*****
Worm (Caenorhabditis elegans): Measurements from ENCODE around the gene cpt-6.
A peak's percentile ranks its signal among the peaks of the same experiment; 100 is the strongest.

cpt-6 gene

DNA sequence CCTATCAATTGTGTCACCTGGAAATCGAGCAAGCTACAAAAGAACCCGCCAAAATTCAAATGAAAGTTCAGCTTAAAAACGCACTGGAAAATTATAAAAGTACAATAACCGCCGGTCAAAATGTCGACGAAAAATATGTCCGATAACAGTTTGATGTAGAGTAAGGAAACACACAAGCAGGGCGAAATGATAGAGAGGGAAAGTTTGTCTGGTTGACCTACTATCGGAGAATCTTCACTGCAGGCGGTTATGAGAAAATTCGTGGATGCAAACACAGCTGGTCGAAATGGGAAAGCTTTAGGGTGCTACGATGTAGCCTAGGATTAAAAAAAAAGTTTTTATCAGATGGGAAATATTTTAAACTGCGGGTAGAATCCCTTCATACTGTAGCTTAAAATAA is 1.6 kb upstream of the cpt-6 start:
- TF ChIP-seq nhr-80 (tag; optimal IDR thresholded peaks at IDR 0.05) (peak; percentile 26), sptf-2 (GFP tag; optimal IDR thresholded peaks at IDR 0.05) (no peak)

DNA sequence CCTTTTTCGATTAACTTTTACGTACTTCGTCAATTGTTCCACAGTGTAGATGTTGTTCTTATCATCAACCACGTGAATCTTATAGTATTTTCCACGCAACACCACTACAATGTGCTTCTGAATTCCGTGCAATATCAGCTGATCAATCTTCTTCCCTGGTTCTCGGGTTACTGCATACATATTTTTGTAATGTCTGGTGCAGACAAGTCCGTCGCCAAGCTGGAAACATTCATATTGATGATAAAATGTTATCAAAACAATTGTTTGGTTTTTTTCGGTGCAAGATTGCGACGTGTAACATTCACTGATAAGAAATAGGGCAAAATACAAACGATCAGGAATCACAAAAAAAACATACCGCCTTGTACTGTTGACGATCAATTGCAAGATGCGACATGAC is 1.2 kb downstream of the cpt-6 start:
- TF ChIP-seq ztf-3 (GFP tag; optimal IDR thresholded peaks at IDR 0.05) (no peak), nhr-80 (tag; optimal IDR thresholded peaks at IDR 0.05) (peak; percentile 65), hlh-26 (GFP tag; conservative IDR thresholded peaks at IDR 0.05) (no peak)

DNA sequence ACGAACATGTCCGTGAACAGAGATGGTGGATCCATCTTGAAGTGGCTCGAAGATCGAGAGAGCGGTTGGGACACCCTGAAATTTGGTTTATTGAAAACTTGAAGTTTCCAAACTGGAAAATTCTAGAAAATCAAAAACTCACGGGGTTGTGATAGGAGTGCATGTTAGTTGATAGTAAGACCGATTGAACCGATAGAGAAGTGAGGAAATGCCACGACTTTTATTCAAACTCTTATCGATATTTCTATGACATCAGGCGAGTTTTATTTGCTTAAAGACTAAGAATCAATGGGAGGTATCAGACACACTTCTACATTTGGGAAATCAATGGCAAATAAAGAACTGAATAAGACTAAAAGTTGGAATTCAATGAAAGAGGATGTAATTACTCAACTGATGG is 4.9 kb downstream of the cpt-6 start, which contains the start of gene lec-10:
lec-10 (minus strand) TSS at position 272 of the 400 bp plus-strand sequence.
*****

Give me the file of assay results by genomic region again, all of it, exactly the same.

Worm (Caenorhabditis elegans): Measurements from ENCODE around the gene cpt-6.
A peak's percentile ranks its signal among the peaks of the same experiment; 100 is the strongest.

cpt-6 gene

DNA sequence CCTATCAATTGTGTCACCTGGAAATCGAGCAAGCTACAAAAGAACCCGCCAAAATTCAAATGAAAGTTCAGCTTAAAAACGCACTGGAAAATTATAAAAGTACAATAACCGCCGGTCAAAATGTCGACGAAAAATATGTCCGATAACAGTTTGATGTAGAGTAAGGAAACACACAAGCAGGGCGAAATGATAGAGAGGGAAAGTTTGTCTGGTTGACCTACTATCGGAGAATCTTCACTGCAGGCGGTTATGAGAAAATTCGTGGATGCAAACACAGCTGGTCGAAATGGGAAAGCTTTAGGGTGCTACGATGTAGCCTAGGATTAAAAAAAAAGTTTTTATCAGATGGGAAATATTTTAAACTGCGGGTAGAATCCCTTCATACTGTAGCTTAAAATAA is 1.6 kb upstream of the cpt-6 start:
- TF ChIP-seq nhr-80 (tag; optimal IDR thresholded peaks at IDR 0.05) (peak; percentile 26), sptf-2 (GFP tag; optimal IDR thresholded peaks at IDR 0.05) (no peak)

DNA sequence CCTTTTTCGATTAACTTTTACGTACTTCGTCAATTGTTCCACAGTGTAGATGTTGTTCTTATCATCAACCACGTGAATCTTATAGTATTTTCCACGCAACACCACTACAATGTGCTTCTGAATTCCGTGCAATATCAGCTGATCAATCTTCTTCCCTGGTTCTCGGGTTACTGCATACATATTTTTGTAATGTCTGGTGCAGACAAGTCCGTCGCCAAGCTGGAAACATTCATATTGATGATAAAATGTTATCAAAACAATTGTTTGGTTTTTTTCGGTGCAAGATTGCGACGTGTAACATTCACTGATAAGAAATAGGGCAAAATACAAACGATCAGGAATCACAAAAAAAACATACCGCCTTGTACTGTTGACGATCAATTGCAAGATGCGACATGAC is 1.2 kb downstream of the cpt-6 start:
- TF ChIP-seq ztf-3 (GFP tag; optimal IDR thresholded peaks at IDR 0.05) (no peak), nhr-80 (tag; optimal IDR thresholded peaks at IDR 0.05) (peak; percentile 65), hlh-26 (GFP tag; conservative IDR thresholded peaks at IDR 0.05) (no peak)

DNA sequence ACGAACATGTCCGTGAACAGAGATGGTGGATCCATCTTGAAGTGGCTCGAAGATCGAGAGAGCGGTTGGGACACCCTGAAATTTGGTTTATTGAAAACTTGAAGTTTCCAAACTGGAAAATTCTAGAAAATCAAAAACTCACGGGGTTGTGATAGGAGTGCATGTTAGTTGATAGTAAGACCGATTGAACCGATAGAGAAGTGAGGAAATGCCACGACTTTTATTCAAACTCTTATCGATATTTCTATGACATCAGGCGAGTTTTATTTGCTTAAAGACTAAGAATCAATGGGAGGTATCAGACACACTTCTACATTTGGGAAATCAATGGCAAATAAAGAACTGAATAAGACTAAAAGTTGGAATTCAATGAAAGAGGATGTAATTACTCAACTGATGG is 4.9 kb downstream of the cpt-6 start, which contains the start of gene lec-10:
lec-10 (minus strand) TSS at position 272 of the 400 bp plus-strand sequence.